I saved the September 2004 National Geographic issue on global warming to read after the election -- to see if there is reason to reconsider my skepticism. The part on the dwindling Adelie penguins that inhabit the Antarctic Peninsula, with actual statistics, gave me pause. Otherwise, on every page, Crichton's complaints came to life.
In the article, true believers warned that the end was near. The magazine cited climate models as if they were peer-reviewed fact. "I don't think anybody down here looks at the sea-level-rise problem and puts their heads in the sand," it quoted Windell Curole, the manager of a Louisiana levee district. To back up the sea-level argument, a chart shows the sea level rising 4 inches over 100 years. The problem is, the earliest data is from 2000, so the chart doesn't show actual increases; it plots "projections." A best-case scenario shows the 4-inch rise by 2100; a worst-case scenario shows a rise closer to 3 feet. Guesstimates aren't hard science.
The libertarian-leaning Cato Institute's Pat Michaels, who wrote his book on global warming, "Meltdown," took on the National Geographic piece in an op-ed published in the Washington Times. Michaels chided the magazine for showing a flooded rice field in Bangladesh, cautioning that rising global temperatures and sea levels threaten rice farming. "In the last 50 years," he wrote, the sea level at Bangladesh has risen "an infinitesimal seven-tenths of an inch, far too little for anyone to notice."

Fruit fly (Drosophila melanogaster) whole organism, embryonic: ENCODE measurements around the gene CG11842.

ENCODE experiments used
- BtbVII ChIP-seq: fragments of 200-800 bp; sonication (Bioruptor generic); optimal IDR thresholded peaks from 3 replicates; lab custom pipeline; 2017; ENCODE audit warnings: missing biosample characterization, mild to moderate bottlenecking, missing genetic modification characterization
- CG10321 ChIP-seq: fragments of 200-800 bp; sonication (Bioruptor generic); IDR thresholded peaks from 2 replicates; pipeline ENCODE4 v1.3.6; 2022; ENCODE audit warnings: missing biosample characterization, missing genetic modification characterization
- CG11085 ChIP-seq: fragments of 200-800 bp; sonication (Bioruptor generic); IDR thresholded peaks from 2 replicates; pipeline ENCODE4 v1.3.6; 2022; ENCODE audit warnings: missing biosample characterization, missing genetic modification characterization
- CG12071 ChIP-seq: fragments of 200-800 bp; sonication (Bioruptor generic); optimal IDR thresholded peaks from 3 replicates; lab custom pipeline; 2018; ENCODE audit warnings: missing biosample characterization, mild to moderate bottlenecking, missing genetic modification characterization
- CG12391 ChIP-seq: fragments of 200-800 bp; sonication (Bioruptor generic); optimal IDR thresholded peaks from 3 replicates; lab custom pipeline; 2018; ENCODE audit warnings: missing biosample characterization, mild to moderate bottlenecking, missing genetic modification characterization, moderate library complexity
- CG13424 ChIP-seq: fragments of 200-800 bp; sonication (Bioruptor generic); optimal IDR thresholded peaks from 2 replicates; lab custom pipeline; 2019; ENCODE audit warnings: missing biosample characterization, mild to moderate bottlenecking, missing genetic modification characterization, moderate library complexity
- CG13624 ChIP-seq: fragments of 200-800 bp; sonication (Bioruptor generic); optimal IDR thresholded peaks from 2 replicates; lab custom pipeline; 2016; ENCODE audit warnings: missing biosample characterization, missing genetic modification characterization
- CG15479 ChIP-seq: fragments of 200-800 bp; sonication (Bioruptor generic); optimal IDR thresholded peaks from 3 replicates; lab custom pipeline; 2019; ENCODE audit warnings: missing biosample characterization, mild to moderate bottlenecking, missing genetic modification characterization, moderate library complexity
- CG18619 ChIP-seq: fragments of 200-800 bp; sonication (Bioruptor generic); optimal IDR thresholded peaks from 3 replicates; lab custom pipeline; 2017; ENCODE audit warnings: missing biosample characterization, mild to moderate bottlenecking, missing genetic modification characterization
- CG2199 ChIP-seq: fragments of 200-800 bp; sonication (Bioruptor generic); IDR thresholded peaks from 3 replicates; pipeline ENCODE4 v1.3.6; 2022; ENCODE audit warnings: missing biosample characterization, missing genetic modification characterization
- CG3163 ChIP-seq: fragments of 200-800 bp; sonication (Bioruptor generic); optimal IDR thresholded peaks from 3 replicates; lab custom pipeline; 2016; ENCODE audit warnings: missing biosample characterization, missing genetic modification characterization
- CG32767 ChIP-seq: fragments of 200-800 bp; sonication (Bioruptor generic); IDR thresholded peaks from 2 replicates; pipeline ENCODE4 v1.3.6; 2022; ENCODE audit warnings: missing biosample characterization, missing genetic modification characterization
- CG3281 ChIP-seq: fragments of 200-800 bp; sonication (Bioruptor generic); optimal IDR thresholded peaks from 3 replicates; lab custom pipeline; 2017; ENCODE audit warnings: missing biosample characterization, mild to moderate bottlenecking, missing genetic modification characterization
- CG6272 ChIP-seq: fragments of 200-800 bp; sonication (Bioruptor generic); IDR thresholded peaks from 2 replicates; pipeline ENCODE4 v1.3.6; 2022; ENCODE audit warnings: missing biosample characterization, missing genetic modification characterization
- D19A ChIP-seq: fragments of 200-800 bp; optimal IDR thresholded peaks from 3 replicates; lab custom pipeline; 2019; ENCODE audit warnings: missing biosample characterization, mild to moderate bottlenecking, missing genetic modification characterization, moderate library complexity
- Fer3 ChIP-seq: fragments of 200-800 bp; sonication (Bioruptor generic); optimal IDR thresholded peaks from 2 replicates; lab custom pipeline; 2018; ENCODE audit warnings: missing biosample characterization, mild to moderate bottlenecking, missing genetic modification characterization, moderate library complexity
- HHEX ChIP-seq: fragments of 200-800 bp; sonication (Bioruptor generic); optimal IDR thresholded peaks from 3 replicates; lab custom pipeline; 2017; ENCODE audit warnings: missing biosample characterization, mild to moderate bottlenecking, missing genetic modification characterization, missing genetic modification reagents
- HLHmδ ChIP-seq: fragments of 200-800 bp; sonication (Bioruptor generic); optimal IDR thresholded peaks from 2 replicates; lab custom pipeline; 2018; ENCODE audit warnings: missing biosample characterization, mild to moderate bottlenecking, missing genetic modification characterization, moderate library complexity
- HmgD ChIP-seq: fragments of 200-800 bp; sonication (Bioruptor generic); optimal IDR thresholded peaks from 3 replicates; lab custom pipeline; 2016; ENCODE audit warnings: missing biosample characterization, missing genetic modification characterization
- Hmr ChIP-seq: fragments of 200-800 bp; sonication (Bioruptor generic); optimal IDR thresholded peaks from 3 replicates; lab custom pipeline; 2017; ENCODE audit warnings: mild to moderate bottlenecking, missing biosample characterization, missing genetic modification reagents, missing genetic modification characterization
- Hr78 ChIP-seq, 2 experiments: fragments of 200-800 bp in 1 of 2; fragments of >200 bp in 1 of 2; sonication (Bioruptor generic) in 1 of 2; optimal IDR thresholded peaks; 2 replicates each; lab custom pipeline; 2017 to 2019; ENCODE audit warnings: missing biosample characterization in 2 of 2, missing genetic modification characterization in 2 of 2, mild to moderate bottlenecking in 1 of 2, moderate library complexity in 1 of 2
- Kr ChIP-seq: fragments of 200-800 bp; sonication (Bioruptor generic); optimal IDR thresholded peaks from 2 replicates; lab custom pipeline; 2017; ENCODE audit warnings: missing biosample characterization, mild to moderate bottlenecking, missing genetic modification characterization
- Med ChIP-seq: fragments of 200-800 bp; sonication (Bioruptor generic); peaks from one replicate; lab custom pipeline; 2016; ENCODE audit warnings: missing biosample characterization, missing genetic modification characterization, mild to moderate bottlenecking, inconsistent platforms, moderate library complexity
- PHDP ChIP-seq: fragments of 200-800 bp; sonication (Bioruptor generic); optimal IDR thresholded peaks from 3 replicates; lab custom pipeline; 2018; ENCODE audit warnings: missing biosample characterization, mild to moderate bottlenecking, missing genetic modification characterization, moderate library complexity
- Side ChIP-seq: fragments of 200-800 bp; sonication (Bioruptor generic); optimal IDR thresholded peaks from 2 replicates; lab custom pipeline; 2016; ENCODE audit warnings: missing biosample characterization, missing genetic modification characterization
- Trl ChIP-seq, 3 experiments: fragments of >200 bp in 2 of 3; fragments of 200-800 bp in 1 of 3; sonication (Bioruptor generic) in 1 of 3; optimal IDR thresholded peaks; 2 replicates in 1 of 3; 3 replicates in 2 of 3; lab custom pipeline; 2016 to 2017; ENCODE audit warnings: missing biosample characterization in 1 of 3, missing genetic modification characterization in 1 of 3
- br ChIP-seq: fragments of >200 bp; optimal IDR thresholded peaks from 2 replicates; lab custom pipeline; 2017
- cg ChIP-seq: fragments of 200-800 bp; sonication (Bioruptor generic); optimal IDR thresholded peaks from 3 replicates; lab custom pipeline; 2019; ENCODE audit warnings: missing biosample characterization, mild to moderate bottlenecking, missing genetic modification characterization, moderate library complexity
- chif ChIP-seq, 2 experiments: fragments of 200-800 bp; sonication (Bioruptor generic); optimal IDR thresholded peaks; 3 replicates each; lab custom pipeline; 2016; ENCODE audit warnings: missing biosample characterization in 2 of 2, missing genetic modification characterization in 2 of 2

National Geographic editor William L. Allen responded just as Crichton's characters would -- by attacking Michaels personally for writing a report funded by "the Western Fuels Association, an association of coal-burning utility companies." The letter didn't take on Michaels' facts.
On Dec. 29, National Geographic's Web site reported that while media accounts "frequently assert that climate change is uncertain," a University of California at San Diego professor read 928 scientific papers and found, "Not one of the papers refuted the claim that human activities are affecting the Earth's climate." (Funny, Crichton's 20-page bibliography found contrary opinions.)
But as Crichton and Michaels both argue, some global-warming true believers argue things that they know aren't true. And that makes them dangerous.